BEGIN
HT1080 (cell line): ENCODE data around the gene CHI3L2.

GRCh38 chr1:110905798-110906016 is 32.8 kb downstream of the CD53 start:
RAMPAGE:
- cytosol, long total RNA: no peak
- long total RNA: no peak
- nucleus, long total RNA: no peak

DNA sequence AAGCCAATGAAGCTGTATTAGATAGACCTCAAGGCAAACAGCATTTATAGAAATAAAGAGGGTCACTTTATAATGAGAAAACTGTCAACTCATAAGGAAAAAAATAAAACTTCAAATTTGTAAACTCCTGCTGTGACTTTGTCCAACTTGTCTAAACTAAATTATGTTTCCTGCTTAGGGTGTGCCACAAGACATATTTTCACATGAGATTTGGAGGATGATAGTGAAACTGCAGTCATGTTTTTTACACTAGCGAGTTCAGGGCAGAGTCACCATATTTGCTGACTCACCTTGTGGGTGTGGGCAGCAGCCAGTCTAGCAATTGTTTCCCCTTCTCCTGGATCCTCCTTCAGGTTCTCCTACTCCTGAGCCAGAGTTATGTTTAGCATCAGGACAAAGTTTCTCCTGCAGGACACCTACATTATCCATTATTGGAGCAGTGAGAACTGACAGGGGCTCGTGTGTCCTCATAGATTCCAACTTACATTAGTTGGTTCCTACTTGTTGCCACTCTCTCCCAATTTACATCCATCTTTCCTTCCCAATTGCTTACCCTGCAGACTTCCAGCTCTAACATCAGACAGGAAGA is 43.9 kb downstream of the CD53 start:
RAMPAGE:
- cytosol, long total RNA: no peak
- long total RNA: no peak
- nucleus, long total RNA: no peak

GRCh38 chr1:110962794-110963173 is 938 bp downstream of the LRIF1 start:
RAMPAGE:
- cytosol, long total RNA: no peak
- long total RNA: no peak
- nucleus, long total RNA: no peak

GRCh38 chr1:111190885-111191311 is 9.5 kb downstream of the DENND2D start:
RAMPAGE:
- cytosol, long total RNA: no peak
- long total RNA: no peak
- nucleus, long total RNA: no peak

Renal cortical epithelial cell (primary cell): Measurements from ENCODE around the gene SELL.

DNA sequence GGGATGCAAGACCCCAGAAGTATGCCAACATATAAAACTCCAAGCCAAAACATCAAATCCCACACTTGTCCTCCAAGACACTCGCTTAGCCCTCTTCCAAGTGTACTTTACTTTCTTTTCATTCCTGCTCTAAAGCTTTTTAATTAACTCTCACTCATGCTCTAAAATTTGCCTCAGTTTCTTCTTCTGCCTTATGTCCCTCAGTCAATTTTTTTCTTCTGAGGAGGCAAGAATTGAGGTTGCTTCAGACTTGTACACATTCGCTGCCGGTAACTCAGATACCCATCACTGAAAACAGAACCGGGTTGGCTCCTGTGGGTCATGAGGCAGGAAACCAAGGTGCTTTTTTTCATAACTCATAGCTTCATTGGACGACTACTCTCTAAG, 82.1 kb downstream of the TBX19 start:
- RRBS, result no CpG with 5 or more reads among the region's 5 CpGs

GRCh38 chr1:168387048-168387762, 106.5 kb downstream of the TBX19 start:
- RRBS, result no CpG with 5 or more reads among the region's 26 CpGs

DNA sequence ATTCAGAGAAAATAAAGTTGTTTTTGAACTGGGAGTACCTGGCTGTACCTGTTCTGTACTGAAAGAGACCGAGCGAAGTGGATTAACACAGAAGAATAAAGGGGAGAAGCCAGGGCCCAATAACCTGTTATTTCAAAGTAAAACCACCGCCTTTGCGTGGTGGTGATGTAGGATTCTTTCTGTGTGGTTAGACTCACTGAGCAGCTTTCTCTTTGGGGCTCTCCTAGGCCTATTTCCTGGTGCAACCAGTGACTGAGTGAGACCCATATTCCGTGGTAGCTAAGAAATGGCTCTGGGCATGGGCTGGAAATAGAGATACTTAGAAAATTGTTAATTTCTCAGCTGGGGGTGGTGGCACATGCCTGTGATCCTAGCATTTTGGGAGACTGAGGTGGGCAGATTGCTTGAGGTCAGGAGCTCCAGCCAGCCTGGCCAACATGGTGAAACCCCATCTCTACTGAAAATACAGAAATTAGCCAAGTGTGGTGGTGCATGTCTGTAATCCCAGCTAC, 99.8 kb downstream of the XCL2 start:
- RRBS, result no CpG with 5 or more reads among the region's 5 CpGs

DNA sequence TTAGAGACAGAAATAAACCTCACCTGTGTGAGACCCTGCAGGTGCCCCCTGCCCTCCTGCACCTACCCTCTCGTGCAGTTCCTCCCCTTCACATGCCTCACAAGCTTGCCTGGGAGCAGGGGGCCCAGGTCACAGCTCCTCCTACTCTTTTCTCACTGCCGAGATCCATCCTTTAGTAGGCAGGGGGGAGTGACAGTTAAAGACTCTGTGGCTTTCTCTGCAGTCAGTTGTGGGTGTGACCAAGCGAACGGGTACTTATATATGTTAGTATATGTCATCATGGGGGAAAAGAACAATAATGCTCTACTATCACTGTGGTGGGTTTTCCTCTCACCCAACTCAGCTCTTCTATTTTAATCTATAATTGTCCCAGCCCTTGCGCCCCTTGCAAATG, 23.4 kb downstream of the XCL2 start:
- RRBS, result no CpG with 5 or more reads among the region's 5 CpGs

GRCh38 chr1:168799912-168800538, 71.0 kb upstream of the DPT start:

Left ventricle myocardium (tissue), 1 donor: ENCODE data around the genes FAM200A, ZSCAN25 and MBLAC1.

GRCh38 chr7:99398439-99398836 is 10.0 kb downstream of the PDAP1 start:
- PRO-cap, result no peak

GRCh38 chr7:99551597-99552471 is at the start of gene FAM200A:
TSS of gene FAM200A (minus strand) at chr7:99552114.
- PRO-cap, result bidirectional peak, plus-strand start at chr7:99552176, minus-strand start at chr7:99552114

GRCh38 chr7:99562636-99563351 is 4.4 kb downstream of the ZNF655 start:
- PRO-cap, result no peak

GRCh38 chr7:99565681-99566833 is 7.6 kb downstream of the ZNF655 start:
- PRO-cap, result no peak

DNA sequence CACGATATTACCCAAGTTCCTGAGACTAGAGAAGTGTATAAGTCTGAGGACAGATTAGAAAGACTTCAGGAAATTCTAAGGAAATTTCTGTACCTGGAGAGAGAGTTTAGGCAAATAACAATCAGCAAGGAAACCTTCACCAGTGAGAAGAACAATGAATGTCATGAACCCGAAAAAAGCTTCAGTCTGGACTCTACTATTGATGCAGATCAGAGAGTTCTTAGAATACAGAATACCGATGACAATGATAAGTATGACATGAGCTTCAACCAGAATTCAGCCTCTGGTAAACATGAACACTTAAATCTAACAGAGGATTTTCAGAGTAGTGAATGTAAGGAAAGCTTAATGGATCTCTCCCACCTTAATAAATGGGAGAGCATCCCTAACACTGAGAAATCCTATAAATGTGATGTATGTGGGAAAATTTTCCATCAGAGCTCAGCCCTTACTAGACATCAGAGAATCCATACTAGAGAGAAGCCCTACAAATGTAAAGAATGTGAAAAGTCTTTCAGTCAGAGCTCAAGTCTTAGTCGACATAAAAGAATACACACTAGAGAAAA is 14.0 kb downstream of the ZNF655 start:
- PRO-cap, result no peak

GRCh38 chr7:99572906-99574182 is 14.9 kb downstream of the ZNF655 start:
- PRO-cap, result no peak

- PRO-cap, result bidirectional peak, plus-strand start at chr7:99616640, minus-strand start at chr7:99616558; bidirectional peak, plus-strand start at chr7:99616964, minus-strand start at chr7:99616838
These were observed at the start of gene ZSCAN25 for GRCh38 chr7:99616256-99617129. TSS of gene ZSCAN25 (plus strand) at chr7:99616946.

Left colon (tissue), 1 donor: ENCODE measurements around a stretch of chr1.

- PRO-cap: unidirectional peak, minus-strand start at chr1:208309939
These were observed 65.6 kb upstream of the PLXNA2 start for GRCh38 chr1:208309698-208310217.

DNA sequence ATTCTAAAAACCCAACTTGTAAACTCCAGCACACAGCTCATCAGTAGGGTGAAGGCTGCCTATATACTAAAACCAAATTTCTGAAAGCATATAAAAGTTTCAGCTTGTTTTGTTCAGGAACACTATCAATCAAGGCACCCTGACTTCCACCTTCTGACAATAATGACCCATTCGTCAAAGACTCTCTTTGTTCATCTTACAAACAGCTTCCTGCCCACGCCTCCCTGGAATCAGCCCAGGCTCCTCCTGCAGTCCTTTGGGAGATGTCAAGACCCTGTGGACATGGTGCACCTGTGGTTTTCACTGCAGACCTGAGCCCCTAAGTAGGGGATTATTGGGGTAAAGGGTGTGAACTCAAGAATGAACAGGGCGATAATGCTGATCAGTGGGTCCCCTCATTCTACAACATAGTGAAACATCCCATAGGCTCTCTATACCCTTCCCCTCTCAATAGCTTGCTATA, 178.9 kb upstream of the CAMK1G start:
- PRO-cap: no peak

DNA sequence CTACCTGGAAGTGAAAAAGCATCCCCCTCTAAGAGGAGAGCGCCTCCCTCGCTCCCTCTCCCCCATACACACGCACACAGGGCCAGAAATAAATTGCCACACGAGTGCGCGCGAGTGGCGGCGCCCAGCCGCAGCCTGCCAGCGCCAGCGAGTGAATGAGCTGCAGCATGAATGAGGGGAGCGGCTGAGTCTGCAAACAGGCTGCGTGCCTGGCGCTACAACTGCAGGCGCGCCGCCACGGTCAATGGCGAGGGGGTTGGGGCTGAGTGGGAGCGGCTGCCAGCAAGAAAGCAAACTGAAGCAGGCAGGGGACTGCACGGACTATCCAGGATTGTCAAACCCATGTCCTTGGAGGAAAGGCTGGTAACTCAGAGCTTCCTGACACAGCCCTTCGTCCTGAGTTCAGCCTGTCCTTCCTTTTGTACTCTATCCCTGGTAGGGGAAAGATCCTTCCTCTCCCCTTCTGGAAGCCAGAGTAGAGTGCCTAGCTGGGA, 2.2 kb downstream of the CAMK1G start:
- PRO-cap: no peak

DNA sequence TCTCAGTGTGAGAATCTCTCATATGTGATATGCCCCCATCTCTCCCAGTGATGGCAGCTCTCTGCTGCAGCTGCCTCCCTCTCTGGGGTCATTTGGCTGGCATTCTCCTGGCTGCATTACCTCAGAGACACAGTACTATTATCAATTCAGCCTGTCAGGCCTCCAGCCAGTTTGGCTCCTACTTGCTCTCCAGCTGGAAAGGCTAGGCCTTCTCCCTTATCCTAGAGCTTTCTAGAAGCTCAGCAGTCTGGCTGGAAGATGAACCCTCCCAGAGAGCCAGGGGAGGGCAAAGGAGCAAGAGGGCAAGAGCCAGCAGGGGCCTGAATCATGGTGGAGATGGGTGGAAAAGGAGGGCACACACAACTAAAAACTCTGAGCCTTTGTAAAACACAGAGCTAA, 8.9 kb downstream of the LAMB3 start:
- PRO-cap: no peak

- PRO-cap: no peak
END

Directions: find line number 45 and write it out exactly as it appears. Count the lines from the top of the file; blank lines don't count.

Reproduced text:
- PRO-cap, result no peak